Lean Methodology #
The lean methodology originates in the Toyota Production System, which was developed by Taiichi Ohno in the 1950s. Ohno was tasked with improving the efficiency and productivity of the Toyota manufacturing plant; which was facing severe resource constraints due to the post-World War II economy in Japan. Ohno observed that much of the time and resources were wasted on non-value-adding activities, such as excess inventory and overprocessing.
In turn, he developed a system that focused on minimizing waste and maximizing value by empowering workers to identify and eliminate waste in their work processes.
Lean methodology is based on five core principles:
- Value: Identify the value that the customer wants and focus on delivering that value.
- Value Stream: Map the value stream, which is the sequence of activities that are required to deliver the value to the customer. Identify any non-value-adding activities in the value stream.
- Flow: Ensure that the value stream flows smoothly and without interruption. Remove any obstacles or bottlenecks that impede the flow.
- Pull: Use a pull system to ensure that products or services are produced only when there is demand from the customer. This minimizes overproduction and excess inventory.
- Continuous Improvement: Continuously improve the value stream by identifying and eliminating waste. Empower workers to identify and solve problems in their work processes.
Lean Project Management #
Lean project management is lean methodologies applied to project management. Lean project management focuses on delivering the maximum value for that project while removing project waste.
The concept of eliminating waste is the primary motivator in lean projects. Examples of waste in a project include over planning, under planning (then building up technical and other debt), excessive deliberation (taking too long to finalize plan), work delays, unexpected hiccups, resource distribution, and failing to set up the project properly.
The Lean in Leantime #
In Leantime, lean methodologies & lean project management are included as principles. We believe the less overwhelming project management is (the more eliminated waste), the more efficient and more value you’ll get from your projects. As we build out features, we are always asking ourselves “is this efficient enough?” and as we grow, we will keep those principles.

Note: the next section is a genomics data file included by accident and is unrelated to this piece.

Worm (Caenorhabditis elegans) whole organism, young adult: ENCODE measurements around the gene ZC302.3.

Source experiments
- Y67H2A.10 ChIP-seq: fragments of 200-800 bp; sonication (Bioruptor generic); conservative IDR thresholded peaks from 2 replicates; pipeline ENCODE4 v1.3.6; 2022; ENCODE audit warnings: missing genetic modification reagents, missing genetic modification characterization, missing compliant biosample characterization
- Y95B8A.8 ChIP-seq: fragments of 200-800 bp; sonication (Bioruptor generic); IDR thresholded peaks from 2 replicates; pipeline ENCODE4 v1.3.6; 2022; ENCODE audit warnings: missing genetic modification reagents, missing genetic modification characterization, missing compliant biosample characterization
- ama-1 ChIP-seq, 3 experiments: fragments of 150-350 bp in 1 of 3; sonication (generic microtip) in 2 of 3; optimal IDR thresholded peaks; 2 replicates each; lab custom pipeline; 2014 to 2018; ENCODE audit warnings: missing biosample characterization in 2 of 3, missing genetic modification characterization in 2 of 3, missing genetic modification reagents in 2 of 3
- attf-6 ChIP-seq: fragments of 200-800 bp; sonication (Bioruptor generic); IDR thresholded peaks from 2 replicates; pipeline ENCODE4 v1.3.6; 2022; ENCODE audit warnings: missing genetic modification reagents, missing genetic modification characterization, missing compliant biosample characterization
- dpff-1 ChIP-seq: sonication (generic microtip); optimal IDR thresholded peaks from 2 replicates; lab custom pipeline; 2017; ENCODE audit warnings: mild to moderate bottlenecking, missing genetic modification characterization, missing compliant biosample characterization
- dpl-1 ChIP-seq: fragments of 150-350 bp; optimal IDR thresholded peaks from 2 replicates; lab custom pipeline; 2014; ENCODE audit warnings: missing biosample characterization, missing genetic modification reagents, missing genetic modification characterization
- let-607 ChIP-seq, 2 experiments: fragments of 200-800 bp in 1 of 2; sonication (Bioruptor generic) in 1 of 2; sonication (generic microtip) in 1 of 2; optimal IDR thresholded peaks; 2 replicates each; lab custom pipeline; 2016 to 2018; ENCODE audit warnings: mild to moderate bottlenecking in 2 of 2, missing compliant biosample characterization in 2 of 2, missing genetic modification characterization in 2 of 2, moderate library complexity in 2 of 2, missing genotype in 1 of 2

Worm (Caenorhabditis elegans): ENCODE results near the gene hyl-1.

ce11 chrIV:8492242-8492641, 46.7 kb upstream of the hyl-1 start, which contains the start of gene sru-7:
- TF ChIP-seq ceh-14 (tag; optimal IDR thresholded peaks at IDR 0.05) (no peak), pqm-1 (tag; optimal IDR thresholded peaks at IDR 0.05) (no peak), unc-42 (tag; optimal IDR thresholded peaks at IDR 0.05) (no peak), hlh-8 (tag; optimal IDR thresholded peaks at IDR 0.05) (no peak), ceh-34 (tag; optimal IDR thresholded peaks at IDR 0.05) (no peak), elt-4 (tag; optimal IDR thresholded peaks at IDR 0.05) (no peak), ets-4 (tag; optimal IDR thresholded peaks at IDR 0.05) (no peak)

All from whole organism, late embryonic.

One of the key tools used in lean project management is the Kanban system. Kanban is a visual tool used to manage and control work processes. It is based on the pull principle of the lean methodology; where work is produced only when there is demand from the customer.
The board is divided into columns that represent the different stages of the value stream, such as To Do, In Progress, and Done. Each task or work item is represented by a card that moves from one column to the next as it progresses through the value stream. The Kanban system helps to quickly see the work in progress, identify bottlenecks and optimize the flow of work.
The A3 Report in Lean project management #
Another important tool in lean project management is the A3 report. The A3 report is a one-page document that is used to summarize a problem, its root cause, and the proposed solution. The A3 report is based on the PDCA cycle (Plan-Do-Check-Act), which is a problem-solving approach that is used in lean project management. The A3 report helps to communicate the problem and the proposed solution to stakeholders, and it provides a framework for continuous improvement.
Kanban & A3 in Leantime #
As our goal is to take the best of project management approaches while making them lean, easier to use, and applying them to make a more practical project management, we’ve also incorporated a Kanban board in the system and you can progress you task lists across this view. For ideas, we also have a kanban view.
While we don’t have an A3 report in the system, we do have our Project Value Canvas. If you don’t touch blueprints at all, this is the one place we recommend you using it. It’s a quick way to summarize a problem, who is impacted, the solution and the benefits of the solution.
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